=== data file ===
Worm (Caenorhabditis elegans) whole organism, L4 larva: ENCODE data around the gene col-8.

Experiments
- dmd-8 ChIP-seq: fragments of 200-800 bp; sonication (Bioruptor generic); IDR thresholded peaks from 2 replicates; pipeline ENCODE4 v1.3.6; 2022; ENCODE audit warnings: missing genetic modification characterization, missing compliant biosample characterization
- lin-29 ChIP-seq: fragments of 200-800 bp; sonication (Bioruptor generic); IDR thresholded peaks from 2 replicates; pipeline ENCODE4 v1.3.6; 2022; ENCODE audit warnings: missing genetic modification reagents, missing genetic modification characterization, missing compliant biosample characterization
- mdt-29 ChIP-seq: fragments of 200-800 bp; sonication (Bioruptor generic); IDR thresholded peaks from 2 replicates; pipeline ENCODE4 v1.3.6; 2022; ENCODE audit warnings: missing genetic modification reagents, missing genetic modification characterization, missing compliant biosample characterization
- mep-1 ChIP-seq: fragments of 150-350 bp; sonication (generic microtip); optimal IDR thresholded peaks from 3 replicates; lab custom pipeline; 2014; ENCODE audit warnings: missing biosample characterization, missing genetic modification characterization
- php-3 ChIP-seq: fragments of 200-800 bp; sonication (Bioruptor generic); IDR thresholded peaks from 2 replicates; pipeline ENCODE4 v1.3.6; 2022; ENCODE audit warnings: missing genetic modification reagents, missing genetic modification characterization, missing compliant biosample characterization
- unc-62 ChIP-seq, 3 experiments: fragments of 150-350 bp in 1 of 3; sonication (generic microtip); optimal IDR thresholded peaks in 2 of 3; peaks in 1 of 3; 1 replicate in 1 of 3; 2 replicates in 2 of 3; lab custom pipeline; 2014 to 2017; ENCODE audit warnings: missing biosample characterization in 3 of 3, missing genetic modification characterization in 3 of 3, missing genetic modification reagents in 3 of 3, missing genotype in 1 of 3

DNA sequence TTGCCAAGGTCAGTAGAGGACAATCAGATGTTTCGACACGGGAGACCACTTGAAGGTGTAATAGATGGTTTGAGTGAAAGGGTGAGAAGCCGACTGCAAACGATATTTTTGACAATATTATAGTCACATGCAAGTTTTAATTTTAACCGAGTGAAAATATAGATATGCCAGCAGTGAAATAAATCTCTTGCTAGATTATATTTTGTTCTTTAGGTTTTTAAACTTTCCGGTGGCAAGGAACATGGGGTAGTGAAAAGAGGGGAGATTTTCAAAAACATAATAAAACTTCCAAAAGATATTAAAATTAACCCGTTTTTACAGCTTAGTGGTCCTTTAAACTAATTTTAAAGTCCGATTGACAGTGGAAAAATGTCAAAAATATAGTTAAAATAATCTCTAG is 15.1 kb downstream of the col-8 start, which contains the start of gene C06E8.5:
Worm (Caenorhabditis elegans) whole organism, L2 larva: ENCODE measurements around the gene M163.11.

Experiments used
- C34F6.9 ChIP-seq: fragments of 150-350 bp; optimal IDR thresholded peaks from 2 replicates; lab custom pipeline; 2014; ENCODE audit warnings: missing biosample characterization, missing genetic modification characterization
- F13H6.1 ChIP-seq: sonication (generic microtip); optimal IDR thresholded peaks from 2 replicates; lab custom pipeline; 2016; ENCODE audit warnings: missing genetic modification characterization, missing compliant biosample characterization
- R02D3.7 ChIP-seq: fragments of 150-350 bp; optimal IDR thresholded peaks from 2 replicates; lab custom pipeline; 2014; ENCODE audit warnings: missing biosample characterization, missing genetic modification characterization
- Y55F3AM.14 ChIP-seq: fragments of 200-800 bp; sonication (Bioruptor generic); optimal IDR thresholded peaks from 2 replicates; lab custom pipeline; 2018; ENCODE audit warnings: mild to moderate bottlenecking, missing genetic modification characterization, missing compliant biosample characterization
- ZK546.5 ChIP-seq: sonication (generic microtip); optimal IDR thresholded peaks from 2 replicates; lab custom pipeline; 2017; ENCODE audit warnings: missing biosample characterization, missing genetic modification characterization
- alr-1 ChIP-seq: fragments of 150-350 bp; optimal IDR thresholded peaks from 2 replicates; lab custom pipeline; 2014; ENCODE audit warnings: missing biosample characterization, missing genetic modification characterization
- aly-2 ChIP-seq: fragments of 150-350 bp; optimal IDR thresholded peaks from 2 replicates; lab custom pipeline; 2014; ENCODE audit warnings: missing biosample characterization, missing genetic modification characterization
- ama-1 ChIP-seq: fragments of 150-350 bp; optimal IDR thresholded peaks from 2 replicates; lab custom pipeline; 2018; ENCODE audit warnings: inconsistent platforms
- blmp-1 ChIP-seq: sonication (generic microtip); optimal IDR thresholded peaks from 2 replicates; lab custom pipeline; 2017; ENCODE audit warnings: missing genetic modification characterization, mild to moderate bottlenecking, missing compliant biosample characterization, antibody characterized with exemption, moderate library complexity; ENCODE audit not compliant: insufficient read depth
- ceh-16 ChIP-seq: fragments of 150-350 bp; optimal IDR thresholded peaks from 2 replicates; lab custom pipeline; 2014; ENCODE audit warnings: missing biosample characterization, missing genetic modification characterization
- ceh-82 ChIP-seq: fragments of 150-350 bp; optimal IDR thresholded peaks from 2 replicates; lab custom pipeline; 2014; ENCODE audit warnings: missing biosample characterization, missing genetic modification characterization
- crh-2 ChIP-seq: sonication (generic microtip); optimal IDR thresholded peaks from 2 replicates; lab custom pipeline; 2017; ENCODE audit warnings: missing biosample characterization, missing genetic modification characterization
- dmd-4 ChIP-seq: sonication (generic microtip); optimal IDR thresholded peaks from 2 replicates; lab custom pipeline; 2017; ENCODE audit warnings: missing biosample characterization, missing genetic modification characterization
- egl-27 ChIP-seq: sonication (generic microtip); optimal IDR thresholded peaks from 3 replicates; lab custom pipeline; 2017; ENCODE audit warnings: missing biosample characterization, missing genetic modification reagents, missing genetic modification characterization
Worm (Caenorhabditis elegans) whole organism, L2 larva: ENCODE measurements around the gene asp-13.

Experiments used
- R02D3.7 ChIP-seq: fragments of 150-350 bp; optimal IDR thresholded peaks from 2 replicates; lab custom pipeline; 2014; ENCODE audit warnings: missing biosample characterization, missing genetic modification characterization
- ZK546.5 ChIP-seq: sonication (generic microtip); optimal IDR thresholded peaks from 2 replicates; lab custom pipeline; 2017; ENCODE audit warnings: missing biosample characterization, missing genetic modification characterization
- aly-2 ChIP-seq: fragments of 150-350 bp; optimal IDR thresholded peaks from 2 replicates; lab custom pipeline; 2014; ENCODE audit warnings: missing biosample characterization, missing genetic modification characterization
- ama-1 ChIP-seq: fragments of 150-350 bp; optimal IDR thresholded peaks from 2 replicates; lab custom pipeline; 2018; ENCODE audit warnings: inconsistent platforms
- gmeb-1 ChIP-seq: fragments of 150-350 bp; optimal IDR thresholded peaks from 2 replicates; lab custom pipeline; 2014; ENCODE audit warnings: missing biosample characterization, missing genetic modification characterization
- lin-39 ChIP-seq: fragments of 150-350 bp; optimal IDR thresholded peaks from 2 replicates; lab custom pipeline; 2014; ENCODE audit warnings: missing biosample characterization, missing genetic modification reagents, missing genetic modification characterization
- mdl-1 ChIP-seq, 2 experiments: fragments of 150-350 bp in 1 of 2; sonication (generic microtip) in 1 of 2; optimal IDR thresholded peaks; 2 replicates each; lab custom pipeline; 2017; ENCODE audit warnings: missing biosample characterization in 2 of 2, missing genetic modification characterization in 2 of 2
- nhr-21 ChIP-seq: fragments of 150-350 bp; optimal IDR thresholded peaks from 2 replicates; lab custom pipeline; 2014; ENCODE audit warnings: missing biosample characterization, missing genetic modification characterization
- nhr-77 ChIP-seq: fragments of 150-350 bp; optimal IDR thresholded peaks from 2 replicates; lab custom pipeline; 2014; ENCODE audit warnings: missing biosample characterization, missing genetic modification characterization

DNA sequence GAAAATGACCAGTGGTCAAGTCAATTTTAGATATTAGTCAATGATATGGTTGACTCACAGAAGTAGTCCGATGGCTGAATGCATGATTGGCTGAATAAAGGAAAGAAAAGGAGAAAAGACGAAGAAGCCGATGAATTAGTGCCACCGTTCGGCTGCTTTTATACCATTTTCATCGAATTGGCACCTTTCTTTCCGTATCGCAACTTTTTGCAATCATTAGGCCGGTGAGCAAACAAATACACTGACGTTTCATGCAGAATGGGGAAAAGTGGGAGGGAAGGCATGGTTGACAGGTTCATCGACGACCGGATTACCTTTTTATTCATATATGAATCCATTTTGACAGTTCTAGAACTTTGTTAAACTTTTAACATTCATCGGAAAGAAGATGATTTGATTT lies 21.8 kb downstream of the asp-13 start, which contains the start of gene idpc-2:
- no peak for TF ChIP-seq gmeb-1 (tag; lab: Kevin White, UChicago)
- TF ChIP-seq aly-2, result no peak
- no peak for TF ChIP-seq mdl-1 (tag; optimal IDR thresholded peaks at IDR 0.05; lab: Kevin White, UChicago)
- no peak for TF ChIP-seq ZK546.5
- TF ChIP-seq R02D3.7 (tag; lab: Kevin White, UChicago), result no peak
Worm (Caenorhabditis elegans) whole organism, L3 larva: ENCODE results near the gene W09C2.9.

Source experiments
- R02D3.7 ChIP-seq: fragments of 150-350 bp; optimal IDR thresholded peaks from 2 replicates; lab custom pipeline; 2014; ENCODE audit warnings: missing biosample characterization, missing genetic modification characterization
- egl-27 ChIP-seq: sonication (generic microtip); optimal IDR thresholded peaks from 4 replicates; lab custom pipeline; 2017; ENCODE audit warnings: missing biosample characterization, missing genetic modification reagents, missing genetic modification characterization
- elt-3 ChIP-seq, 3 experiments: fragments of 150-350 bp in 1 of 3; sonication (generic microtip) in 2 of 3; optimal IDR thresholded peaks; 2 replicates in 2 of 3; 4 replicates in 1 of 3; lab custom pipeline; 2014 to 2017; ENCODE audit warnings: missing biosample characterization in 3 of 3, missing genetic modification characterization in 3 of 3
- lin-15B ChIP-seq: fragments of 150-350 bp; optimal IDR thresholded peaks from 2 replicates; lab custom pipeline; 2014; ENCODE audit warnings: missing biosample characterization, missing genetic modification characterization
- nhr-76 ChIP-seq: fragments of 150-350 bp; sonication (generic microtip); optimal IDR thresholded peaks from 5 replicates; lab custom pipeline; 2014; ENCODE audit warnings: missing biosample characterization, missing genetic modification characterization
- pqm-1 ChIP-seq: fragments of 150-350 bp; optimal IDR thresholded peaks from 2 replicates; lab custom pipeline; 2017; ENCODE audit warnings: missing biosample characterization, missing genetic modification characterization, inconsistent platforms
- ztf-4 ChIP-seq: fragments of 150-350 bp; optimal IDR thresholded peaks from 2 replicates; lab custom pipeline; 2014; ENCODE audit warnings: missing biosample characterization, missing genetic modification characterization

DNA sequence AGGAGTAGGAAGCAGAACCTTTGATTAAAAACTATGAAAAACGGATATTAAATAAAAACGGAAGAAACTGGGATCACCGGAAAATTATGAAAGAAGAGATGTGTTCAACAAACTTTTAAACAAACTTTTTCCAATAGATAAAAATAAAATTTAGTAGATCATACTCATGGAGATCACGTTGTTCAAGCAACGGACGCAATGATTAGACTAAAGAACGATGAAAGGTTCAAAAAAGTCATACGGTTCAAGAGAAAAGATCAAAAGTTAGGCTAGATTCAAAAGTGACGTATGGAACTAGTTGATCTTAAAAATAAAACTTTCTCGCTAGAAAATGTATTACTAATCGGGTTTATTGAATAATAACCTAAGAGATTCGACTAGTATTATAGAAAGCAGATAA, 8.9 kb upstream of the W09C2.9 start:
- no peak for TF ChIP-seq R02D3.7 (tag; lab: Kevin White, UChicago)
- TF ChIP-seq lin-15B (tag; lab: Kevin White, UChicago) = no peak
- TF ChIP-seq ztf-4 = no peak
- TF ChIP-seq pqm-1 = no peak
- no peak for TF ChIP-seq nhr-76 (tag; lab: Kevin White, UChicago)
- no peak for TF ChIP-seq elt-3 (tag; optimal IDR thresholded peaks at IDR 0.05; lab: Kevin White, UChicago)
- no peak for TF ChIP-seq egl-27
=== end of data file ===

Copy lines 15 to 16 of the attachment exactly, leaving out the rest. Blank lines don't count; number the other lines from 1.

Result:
- Y55F3AM.14 ChIP-seq: fragments of 200-800 bp; sonication (Bioruptor generic); optimal IDR thresholded peaks from 2 replicates; lab custom pipeline; 2018; ENCODE audit warnings: mild to moderate bottlenecking, missing genetic modification characterization, missing compliant biosample characterization
- ZK546.5 ChIP-seq: sonication (generic microtip); optimal IDR thresholded peaks from 2 replicates; lab custom pipeline; 2017; ENCODE audit warnings: missing biosample characterization, missing genetic modification characterization